Abstract 15521: FXYD1 Protects Against Redox-Dependent Uncoupling of Endothelial Nitric Oxide Synthase
Background: Vascular health is dependent on the vasoprotective molecule, nitric oxide (NO), produced by endothelial NO synthase (eNOS). Under conditions of oxidative stress such as diabetes and hypertension, eNOS becomes “uncoupled” via glutathionylation, preferentially producing the damaging free radical, superoxide (O2.-). Discovery of protective mechanisms against this will have critical implications for vascular function in health and disease. We hypothesised that caveolar co-localisation of FXYD1 and eNOS may result in functional interaction and redox signalling in the vasculature.
Methods and results: FXYD1-eNOS co-localisation was demonstrated by both proximity ligation assay and co-immunoprecipitation in human umbilical vein endothelial cells (HUVECs). eNOS glutathionylation, assessed by co-immunoprecipitation of eNOS and glutathione, was significantly increased (~1.5 fold, p=0.04, n=3) after silencing of FXYD1 using siRNA and this was associated with reduced NO bioavailability, as assessed by diaminofluorescein stain after acetylcholine stimulation (~60% reduction, p<0.001, n=3) and ~50% increase in NADPH-stimulated O2.- production, determined by lucigenin enhanced chemiluminescence (n = 3, P<0.001). Likewise, aortic AngII-induced eNOS glutathionylation was elevated and this was associated with ~doubling in O2.- production in FXYD1 knockout (KO) mice (n = 5, P<0.05). In vivo, blood pressure decreases in anaesthetized mice, measured by carotid artery cannulation, in response to intravenous bolus doses of bradykinin (endothelium-dependent vasodilation) were reduced in KO compared to wild type (WT) mice (max decrease at 10 μg/kg dose: KO 9.6 ± 1.4 mmHg vs. WT 16.6 ± 1.7 mmHg, P<0.001, n=7). However responses to NO donor, sodium nitroprusside, were similar suggesting that reduced NO bioavailability is the cause of endothelial dysfunction in KO mice.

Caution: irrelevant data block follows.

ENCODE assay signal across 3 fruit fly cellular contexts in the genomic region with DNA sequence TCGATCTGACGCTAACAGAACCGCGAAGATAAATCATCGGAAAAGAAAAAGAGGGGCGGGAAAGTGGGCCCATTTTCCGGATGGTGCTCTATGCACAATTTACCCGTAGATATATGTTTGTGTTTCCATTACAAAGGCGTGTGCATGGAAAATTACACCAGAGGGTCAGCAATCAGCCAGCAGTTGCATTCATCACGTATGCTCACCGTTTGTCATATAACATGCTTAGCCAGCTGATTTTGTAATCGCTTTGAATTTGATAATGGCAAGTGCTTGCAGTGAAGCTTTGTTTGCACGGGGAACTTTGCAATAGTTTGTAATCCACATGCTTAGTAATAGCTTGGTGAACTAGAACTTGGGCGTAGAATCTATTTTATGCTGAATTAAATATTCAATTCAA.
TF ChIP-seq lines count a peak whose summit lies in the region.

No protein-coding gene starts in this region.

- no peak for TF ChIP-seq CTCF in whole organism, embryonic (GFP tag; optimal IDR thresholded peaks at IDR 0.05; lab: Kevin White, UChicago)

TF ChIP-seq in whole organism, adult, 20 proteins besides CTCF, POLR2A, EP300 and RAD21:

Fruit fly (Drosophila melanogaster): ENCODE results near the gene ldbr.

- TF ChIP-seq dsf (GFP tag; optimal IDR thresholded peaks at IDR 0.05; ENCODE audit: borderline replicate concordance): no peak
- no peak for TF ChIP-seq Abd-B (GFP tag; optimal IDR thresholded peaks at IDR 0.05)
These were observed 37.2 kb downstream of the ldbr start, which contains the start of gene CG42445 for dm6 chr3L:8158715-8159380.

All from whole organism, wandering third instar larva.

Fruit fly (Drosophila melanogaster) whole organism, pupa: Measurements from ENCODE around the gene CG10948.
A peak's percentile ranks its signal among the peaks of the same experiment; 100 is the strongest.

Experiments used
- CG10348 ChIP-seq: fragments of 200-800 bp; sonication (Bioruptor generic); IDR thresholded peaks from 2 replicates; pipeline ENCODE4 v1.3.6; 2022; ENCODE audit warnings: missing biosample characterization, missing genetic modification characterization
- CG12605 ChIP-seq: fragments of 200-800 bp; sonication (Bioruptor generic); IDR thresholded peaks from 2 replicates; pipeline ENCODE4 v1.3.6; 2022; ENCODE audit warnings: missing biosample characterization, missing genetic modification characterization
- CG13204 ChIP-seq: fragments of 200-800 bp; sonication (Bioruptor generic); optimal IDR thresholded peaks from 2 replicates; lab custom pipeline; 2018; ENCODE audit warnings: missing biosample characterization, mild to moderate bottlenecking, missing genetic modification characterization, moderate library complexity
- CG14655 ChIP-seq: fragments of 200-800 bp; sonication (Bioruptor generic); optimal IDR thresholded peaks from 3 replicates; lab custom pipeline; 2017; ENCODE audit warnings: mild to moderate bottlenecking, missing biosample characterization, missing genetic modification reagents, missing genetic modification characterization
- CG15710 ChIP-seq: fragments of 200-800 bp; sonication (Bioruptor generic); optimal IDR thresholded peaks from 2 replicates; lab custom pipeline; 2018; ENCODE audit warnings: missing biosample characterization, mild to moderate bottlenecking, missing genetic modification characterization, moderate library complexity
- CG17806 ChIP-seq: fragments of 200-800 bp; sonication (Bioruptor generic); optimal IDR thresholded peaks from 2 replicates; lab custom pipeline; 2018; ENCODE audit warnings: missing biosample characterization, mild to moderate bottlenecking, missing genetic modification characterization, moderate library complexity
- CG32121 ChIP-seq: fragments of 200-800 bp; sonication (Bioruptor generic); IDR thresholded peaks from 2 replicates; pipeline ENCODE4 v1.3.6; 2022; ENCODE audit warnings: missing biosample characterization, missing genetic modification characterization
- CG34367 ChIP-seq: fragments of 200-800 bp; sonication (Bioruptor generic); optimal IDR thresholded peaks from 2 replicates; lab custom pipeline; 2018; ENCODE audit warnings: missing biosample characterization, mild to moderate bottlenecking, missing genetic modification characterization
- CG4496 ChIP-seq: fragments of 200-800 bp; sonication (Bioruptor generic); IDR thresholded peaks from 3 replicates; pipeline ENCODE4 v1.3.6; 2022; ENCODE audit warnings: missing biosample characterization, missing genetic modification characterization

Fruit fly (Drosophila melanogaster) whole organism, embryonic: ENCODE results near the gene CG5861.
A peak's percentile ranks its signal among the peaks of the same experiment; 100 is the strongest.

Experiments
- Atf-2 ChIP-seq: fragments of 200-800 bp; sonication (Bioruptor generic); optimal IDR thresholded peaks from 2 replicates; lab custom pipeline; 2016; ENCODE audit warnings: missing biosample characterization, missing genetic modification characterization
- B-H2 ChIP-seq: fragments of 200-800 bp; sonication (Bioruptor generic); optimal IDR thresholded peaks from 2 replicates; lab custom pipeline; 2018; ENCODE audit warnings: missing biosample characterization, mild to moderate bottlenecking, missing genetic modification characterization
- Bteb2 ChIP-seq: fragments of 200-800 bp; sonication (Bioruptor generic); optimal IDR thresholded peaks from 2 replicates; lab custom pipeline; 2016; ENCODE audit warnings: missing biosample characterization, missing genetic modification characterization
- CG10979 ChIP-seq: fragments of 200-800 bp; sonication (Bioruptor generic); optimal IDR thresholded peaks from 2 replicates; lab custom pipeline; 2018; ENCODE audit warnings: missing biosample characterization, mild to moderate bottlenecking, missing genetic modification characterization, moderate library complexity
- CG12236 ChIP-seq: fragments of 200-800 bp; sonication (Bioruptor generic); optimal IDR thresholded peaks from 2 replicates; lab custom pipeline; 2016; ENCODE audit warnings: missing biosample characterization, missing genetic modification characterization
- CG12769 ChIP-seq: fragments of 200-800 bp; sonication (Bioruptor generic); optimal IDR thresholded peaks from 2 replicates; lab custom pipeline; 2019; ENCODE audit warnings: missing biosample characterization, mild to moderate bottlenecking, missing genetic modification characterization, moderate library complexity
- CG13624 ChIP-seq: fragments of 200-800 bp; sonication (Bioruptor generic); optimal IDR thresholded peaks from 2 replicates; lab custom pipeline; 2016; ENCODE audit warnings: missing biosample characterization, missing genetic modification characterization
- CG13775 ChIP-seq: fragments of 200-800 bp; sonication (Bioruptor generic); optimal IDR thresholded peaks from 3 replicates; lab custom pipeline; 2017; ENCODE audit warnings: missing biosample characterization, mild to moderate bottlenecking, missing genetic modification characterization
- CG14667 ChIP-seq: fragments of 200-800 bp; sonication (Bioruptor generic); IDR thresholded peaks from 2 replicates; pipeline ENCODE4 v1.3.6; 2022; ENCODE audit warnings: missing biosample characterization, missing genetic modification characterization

Conclusions: Our findings demonstrated a novel functional partnership of FXYD1 with eNOS, protecting this vital enzyme from glutathionylation-mediated uncoupling. This has important implications for our understanding of ROS-signalling in the vasculature and could lead to novel treatment options with recombinant FXYD1 for redox-dependent vascular disease.
Author Disclosures: K.J. Bubb: None. O. Tang: None. T. Hansen: None. K. Karimi Galougahi: None. G.A. Figtree: None.
- © 2016 by American Heart Association, Inc.